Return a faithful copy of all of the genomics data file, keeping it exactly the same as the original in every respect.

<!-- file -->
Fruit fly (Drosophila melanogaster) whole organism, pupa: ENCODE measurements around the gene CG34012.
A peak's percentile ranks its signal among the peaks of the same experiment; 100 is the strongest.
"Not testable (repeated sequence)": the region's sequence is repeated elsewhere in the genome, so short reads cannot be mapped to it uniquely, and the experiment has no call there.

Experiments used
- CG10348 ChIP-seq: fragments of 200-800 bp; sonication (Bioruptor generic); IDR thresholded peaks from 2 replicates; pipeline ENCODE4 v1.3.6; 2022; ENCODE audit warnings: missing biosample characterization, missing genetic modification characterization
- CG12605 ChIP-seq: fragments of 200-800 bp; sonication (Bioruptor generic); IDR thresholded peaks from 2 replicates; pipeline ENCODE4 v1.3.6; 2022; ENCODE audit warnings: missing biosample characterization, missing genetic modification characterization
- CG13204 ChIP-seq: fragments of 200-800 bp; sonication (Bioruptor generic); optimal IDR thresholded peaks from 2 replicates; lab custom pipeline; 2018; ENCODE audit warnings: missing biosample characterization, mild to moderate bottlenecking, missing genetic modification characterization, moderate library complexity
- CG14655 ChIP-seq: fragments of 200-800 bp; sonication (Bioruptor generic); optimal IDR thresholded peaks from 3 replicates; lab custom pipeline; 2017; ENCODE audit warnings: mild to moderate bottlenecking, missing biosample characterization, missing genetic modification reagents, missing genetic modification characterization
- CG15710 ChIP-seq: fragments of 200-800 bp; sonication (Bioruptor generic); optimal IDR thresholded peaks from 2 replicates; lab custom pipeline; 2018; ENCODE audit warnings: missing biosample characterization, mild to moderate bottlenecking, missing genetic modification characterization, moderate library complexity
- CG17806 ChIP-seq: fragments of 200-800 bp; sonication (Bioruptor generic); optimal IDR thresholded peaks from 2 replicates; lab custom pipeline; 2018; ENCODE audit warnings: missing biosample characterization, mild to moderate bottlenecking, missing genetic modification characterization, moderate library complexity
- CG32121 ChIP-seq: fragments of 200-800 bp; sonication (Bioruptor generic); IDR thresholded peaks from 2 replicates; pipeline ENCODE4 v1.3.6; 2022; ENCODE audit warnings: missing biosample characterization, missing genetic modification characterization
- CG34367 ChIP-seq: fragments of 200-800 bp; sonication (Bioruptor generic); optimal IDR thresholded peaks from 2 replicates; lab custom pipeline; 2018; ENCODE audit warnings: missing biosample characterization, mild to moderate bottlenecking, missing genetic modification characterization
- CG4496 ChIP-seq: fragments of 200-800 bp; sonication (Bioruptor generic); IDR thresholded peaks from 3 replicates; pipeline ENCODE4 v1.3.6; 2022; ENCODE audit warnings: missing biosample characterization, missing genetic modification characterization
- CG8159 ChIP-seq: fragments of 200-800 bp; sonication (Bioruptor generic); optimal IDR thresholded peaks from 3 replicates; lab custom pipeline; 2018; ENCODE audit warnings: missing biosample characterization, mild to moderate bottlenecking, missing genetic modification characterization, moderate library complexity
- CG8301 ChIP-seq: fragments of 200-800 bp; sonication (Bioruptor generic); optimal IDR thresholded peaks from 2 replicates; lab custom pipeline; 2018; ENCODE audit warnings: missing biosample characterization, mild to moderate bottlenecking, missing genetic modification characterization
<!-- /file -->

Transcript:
Fruit fly (Drosophila melanogaster) whole organism, pupa: ENCODE measurements around the gene CG34012.
A peak's percentile ranks its signal among the peaks of the same experiment; 100 is the strongest.
"Not testable (repeated sequence)": the region's sequence is repeated elsewhere in the genome, so short reads cannot be mapped to it uniquely, and the experiment has no call there.

Experiments used
- CG10348 ChIP-seq: fragments of 200-800 bp; sonication (Bioruptor generic); IDR thresholded peaks from 2 replicates; pipeline ENCODE4 v1.3.6; 2022; ENCODE audit warnings: missing biosample characterization, missing genetic modification characterization
- CG12605 ChIP-seq: fragments of 200-800 bp; sonication (Bioruptor generic); IDR thresholded peaks from 2 replicates; pipeline ENCODE4 v1.3.6; 2022; ENCODE audit warnings: missing biosample characterization, missing genetic modification characterization
- CG13204 ChIP-seq: fragments of 200-800 bp; sonication (Bioruptor generic); optimal IDR thresholded peaks from 2 replicates; lab custom pipeline; 2018; ENCODE audit warnings: missing biosample characterization, mild to moderate bottlenecking, missing genetic modification characterization, moderate library complexity
- CG14655 ChIP-seq: fragments of 200-800 bp; sonication (Bioruptor generic); optimal IDR thresholded peaks from 3 replicates; lab custom pipeline; 2017; ENCODE audit warnings: mild to moderate bottlenecking, missing biosample characterization, missing genetic modification reagents, missing genetic modification characterization
- CG15710 ChIP-seq: fragments of 200-800 bp; sonication (Bioruptor generic); optimal IDR thresholded peaks from 2 replicates; lab custom pipeline; 2018; ENCODE audit warnings: missing biosample characterization, mild to moderate bottlenecking, missing genetic modification characterization, moderate library complexity
- CG17806 ChIP-seq: fragments of 200-800 bp; sonication (Bioruptor generic); optimal IDR thresholded peaks from 2 replicates; lab custom pipeline; 2018; ENCODE audit warnings: missing biosample characterization, mild to moderate bottlenecking, missing genetic modification characterization, moderate library complexity
- CG32121 ChIP-seq: fragments of 200-800 bp; sonication (Bioruptor generic); IDR thresholded peaks from 2 replicates; pipeline ENCODE4 v1.3.6; 2022; ENCODE audit warnings: missing biosample characterization, missing genetic modification characterization
- CG34367 ChIP-seq: fragments of 200-800 bp; sonication (Bioruptor generic); optimal IDR thresholded peaks from 2 replicates; lab custom pipeline; 2018; ENCODE audit warnings: missing biosample characterization, mild to moderate bottlenecking, missing genetic modification characterization
- CG4496 ChIP-seq: fragments of 200-800 bp; sonication (Bioruptor generic); IDR thresholded peaks from 3 replicates; pipeline ENCODE4 v1.3.6; 2022; ENCODE audit warnings: missing biosample characterization, missing genetic modification characterization
- CG8159 ChIP-seq: fragments of 200-800 bp; sonication (Bioruptor generic); optimal IDR thresholded peaks from 3 replicates; lab custom pipeline; 2018; ENCODE audit warnings: missing biosample characterization, mild to moderate bottlenecking, missing genetic modification characterization, moderate library complexity
- CG8301 ChIP-seq: fragments of 200-800 bp; sonication (Bioruptor generic); optimal IDR thresholded peaks from 2 replicates; lab custom pipeline; 2018; ENCODE audit warnings: missing biosample characterization, mild to moderate bottlenecking, missing genetic modification characterization